This article was originally posted on swombat.com on October 24th, 2011.
Some years ago, one of my managers used to repeat this “Accenture truism” (or so he designated it): to fix or improve something, first you need the right people, then you need the right processes to help those people work together, then finally you need the right tools to support those processes. People, processes, and tools – in that order.
This is even more true for tech startups than for corporations. As geeks, whenever we face a problem, we often start by looking for a tool to fix it. “Our team isn’t communicating properly – let’s set up Campfire.” “But I don’t like Campfire, why don’t we use Yammer?” “Yammer and Campfire are so lame, let’s just use good old IRC.”
This is the wrong approach. Tools by themselves rarely resolve problems in your business. If your team isn’t communicating, you need to solve that problem step by step.
First you need to figure out if that’s because of a “people” problem. Maybe one member of your team just doesn’t want to talk to the others. If that’s the case, no tools or processes are going to fix that. For example, many sales organisations try to get their salespeople to communicate everything they know about every client – but salespeople don’t want to do that, because it makes them more easily replaceable. Setting up a CRM tool doesn’t solve that problem, until you fix the people, by giving them the right incentives to do what you want (or, if that’s impossible, either changing what you want or changing the people).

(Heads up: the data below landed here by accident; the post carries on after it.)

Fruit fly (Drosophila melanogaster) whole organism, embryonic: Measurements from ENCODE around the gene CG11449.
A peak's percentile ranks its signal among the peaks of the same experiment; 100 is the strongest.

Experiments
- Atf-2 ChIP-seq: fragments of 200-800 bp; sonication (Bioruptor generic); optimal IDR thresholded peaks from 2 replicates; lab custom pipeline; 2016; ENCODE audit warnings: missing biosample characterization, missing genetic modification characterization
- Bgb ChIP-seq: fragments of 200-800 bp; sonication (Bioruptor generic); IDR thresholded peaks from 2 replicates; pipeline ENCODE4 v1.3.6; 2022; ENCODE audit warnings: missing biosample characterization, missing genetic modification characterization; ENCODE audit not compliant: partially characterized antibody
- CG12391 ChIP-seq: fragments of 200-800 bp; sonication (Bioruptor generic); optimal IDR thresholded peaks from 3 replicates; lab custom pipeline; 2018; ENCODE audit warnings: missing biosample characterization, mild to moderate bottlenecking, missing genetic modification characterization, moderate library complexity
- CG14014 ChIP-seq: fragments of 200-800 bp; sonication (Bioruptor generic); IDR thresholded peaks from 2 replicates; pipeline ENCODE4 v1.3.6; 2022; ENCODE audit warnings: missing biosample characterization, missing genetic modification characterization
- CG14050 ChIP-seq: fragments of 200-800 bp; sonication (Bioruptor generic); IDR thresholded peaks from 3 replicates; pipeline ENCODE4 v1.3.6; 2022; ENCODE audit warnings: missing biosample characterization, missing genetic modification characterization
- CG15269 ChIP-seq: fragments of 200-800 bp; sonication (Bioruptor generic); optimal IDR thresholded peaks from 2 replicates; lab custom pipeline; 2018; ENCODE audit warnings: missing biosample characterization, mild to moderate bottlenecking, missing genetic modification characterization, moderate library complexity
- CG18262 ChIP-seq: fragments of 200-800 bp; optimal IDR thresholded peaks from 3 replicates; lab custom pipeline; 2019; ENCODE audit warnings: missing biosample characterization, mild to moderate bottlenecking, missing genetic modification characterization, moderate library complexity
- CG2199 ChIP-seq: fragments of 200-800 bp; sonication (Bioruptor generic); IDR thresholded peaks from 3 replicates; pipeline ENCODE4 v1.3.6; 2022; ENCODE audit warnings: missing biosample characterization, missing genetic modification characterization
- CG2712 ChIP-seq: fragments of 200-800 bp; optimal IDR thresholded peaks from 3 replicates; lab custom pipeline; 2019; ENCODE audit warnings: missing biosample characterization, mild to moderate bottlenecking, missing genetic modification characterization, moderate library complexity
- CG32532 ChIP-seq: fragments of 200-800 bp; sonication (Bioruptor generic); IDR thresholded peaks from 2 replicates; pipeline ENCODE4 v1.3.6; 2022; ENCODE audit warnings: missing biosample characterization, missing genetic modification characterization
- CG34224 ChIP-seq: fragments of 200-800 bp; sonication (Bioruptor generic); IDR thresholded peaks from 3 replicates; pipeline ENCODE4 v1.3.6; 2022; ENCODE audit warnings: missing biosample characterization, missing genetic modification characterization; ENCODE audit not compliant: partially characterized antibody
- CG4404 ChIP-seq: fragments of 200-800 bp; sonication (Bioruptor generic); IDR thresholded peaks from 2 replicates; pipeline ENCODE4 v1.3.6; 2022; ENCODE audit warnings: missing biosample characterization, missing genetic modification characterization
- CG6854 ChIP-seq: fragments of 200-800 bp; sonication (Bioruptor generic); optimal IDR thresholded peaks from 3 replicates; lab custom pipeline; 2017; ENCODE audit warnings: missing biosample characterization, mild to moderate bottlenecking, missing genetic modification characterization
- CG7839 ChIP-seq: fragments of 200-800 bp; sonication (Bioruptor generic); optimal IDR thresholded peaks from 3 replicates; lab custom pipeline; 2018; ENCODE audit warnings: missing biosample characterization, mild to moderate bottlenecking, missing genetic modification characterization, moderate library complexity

Then, you need to look at the “processes” part of the problem. For example, assuming your team wants to communicate with each other, maybe they can’t because they tend to sleep at random schedules in different parts of the world. That’s a process problem that can be fixed by, for example, declaring a certain time each day “team time”. For example, you can anoint the period between 2pm and 4pm in some timezone as “team time”, and require everyone to be available to chat at that time every weekday.
Finally, once you’ve got the right people and they have the right processes in place to support them, then you can start looking for tools to support those processes. Depending on what you actually want “team time” to look like, you might choose campfire, GTalk, IRC, or any number of other tools. But by now, you can select the tool based on whether or not it supports your processes, rather than whether or not it’s the sexy SaaS app of the month.
Thoughts from 2017
The principle still feels true to me. If anything, it feels even more true. The biggest addition would be a much deeper and nuanced understanding of what working on the “people” and “process” problems can mean, and how they feed into each other. At GrantTree we’ve even adopted and developed a whole interview aimed towards figuring out how well people will be able to adapt to our complex processes (open culture makes significant demands on people’s abilities), so we try not to find ourselves hiring people who are perfectly fine individuals but not well suited to our environment.
As the years have passed, tools, however, have become less and less interesting in and of themselves.